The NAND Flash used in USB, SD cards and SSDs all have endurance limits meaning one cannot continue to write to them forever. Flash-based products will eventually wear out. However, with features like wear-levelling and overprovisioning an SSD will typically last longer than the system it was installed into. We measure drive endurance in TBW (Terabytes Written) and, depending on drive capacity, one can write hundreds of terabytes, up to petabytes. Performance of the SSD will remain the same throughout the life of the drive.
DuraWrite™ is a proprietary controller technology that reduces and optimises the number of program (write) cycles to the NAND, effectively extending the Flash-rated endurance by up to 20x (or more) when compared to standard controllers.
RAISE™ stands for Redundant Array of Independent Silicon Elements and functions like a multi-drive RAID configuration – all within a single drive. Data written to a drive is written across multiple Flash die to enable recovery from a failure in a sector, page or entire block.
All Kingston SSDs use an intelligent and efficient garbage collection process that improves drive life with little impact on Flash endurance and is invisible to the user.
Kingston solid-state drives integrate advanced wear-levelling techniques that incorporate a block picking algorithm capable of extending Flash endurance and optimising drive life. This unique wear-levelling ensures that the individual Flash memory blocks are consumed at a very balanced rate, not to exceed a 2 per cent difference between the most often written blocks and least written.
SMART stands for Self-Monitoring, Analysis, and Reporting Technology and is a part of the ATA standard. SMART attributes are used to measure drive “health” and warn the user (administrator, software program, etc.) of impending drive failure.
The E and KC Series of SSDs enable IT managers to monitor an expanded list of enterprise-grade SMART attributes. When using third-party disk utility software, they can access these attributes in order to attain enhanced insight into the health and status of their drives.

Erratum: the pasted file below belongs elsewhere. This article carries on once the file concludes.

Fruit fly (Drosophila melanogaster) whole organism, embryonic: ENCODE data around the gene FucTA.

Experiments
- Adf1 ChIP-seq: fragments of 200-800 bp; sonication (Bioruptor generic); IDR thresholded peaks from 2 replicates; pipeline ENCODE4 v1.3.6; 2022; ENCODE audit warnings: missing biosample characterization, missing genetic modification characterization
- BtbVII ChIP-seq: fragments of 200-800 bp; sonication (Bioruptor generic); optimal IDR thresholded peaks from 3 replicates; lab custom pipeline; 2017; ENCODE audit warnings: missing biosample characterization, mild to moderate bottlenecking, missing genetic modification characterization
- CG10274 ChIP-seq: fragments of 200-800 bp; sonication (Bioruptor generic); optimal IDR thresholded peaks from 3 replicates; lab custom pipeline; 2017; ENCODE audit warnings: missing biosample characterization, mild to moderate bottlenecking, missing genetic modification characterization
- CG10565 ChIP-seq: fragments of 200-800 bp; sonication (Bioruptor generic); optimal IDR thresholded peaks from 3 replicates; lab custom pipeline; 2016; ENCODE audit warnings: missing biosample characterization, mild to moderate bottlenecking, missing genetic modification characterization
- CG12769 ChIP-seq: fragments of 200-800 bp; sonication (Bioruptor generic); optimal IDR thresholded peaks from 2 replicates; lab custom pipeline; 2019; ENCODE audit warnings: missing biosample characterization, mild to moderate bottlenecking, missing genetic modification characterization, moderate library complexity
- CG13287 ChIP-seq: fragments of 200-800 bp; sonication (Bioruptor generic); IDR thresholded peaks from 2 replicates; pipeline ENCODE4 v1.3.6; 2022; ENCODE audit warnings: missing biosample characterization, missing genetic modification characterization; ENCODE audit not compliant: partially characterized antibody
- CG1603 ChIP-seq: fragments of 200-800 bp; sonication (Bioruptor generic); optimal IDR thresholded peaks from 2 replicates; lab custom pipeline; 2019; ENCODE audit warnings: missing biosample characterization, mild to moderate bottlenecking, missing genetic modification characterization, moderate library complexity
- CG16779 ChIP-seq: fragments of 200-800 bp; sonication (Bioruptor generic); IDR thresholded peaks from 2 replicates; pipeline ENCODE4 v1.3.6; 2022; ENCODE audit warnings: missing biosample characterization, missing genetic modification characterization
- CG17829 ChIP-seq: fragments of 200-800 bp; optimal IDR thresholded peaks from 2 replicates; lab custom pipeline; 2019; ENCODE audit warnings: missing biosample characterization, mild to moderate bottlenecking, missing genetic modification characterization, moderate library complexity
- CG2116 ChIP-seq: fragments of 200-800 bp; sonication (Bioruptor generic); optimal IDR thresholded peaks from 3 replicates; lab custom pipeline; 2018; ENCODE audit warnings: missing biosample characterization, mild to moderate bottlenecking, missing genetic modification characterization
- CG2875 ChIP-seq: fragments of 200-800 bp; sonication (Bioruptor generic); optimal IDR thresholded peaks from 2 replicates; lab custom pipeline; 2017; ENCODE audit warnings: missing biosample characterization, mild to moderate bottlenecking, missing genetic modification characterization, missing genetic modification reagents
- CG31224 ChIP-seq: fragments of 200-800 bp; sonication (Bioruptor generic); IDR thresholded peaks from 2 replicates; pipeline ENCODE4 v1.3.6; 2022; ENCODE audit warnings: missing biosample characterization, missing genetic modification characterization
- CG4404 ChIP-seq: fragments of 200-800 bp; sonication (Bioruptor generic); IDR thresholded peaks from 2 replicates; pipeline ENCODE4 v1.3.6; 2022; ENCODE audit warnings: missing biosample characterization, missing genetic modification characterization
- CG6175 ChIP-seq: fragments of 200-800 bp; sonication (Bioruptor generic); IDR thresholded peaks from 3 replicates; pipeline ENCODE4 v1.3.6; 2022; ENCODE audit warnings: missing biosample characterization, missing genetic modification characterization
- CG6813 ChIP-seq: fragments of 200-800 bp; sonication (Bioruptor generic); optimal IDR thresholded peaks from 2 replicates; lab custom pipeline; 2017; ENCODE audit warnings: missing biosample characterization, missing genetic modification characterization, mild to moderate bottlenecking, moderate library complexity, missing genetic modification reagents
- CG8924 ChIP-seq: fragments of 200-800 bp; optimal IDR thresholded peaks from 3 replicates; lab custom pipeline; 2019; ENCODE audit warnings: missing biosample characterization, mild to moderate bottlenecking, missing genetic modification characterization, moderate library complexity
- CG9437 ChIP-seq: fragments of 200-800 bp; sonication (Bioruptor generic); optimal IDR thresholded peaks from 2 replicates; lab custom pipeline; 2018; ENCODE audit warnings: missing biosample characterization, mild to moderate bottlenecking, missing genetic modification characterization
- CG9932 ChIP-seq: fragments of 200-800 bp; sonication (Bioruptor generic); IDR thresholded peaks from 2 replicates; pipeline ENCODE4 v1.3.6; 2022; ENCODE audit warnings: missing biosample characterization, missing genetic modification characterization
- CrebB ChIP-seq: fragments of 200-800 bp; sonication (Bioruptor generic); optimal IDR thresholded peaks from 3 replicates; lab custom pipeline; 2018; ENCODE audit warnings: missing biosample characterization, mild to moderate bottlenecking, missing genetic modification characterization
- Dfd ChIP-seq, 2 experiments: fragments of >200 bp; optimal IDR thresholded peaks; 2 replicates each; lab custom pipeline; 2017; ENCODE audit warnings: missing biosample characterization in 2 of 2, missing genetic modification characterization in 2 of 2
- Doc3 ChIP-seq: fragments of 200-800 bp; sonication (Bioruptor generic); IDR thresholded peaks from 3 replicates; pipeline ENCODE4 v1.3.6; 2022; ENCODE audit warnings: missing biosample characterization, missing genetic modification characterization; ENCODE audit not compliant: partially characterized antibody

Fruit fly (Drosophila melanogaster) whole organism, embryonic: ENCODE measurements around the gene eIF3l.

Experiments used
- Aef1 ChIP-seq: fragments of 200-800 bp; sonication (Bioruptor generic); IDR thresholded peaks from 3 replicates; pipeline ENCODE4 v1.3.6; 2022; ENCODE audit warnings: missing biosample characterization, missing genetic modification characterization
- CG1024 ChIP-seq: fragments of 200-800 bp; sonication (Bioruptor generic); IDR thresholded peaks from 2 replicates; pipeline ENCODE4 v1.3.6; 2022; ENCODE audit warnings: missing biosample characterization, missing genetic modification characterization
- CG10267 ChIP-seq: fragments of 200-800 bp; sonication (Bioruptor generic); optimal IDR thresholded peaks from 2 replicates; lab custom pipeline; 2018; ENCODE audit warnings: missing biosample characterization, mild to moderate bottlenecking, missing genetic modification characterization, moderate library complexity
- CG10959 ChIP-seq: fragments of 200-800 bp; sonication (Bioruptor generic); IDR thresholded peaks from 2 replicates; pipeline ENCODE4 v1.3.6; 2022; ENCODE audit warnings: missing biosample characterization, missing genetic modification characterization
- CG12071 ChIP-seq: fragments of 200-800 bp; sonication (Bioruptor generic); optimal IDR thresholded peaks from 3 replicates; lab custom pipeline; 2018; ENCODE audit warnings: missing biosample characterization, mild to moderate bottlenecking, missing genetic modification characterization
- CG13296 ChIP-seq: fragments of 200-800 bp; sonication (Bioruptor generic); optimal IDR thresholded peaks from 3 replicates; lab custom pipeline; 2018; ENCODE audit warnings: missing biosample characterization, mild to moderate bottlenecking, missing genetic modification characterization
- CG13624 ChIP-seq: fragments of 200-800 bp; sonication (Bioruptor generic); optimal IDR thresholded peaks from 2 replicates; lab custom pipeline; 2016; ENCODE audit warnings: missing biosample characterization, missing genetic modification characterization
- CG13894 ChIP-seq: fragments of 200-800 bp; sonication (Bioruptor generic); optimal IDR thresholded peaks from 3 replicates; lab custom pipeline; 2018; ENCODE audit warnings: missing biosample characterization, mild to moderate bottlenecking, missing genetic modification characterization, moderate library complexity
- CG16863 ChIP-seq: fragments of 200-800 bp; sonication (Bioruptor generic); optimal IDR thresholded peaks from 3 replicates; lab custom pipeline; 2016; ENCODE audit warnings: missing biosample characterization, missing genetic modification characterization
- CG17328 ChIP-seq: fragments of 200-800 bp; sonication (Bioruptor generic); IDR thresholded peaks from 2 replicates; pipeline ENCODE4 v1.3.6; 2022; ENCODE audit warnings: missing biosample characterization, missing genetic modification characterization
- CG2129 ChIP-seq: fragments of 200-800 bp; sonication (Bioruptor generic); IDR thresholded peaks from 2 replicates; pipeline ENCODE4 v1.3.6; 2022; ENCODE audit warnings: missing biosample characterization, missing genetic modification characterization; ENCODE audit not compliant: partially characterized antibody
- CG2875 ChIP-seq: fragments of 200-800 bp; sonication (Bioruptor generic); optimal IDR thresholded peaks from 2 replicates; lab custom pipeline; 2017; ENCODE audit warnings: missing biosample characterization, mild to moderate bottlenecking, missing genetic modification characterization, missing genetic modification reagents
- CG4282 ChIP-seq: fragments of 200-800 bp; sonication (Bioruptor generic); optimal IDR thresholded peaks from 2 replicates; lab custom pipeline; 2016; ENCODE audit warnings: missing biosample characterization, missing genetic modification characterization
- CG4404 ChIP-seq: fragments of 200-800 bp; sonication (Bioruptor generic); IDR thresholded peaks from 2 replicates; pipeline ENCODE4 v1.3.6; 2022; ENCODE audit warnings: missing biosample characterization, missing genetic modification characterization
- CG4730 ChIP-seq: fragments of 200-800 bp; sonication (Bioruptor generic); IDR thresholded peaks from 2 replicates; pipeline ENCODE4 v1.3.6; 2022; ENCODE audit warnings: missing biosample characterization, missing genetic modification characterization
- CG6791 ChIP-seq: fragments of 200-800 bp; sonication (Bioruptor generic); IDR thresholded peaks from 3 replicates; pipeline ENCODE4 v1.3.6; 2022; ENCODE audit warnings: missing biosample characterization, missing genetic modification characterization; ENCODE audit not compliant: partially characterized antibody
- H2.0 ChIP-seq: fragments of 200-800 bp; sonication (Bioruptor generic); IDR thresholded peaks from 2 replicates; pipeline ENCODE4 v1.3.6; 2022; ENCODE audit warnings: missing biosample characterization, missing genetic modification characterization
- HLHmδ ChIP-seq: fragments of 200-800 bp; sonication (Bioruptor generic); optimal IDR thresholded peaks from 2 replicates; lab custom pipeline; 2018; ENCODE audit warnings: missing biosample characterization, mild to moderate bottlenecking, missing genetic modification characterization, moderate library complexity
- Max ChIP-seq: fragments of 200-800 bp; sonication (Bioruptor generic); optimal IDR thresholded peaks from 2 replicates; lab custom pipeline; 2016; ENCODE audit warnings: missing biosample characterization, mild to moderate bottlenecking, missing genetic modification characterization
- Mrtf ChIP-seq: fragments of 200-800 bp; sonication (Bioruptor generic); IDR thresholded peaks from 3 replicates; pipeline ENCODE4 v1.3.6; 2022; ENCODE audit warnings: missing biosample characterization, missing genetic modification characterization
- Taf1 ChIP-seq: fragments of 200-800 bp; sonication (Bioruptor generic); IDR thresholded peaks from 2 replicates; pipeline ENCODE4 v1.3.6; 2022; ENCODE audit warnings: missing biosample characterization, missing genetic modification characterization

Yes, it is a function of the drive, right out of the box. With every write, data is encrypted. With every read, data is decrypted.
The KC300 is equipped with two encryption engines that use AES-256 and AES-128 bit methods to protect the information transmitted from the computer to the NAND Flash and prevent any unauthorised access. This encryption occurs at the drive level without any impact to performance and without any host dependency.
Yes, the ATA Security Command allows you to enable a “drive lock” or a “hard disk password” which helps to secure the drive and prevent unauthorised user access. If “drive lock” or “hard disk password” is NOT enabled, all data transmitted to the NAND Flash will be encrypted. However, it will be open and available to any user attempting to access it.
Kingston recommends that you consult the BIOS documentation or check in the security section of your BIOS for Hard Disk Password Support or Drive Lock Security.
This varies from one OEM to another. For example, Dell’s is Internal HDD Password. HP uses DriveLock Security. IBM uses Hard Disk (0,1,etc) Password.
Yes, the password is encrypted. Anything written or stored on the drive is automatically encrypted at the hardware level. Anything read/copied from the drive is decrypted automatically as well.
If you need this drive to be managed using TCG Opal standards, ensure you are using an ISV that supports TCG Opal and purchase the Kingston-customised KC300 with TCG Opal enabled.
Yes Kingston SSDs can be used in USB, e-SATA, Thunderbolt and Firewire external enclosures. Note: If the user chooses to enable a password via the ATA Security command, the drive will not be accessible via external enclosure.
The two specs are not backward compatible. Most software management ISVs today support both Opal standards. There is no difference from a user perspective.
Opal is a standard for managing SEDs and is independent of the physical media type used to actually store the data. When Opal 1.0 was being designed, most drives had spinning platters with magnetic media (Hard Disk Drive – HDD).These drives either had 512 byte physical block sizes which corresponded one to one with the 512 byte Logical Block Addresses (LBA) presented to the host computer or they had an efficient way of dealing with the 512 byte LBA and 4K or 8K physical storage blocks. Since then, Solid-State Drives (SSDs) have come on the scene in a big way. These drives also have physical block sizesof 4K, 8K or more but, due to the underlying nature of the memory used in SSDs, it is very inefficient to let the host computer write data to just any address in any size chunks. Due to this, some Opal 2.0 SSDs drives will NOT also support the Opal 1.0 specification and, if they did, it would be too slow. For the end customer to avoid Opal 1.0 vs. Opal 2.0 issues, they should update their Opal management software to a version that supports both transparently.
This is a feature available for Windows 8 and 8.1 in which the drive can take advantage of the hardware encryption on the SED drive during activation of Bitlocker for better performance.
For further information, visit http://technet.microsoft.com/en-us/library/hh831627.aspx
When a fresh Windows 8 or 8.1 OS is installed on a TCG Opal 2 drive, the EnabledActive flag is automatically switched to Y.This prevents users from running a Secure Erase.
If this flag is switched to Y, other security management software (such as Wave, WinMagic, McAfee) is not able to manage this drive.
The Revert Utility can be used to remove an Opal activation or eDrive activation for a drive so that it can be repurposed for another user.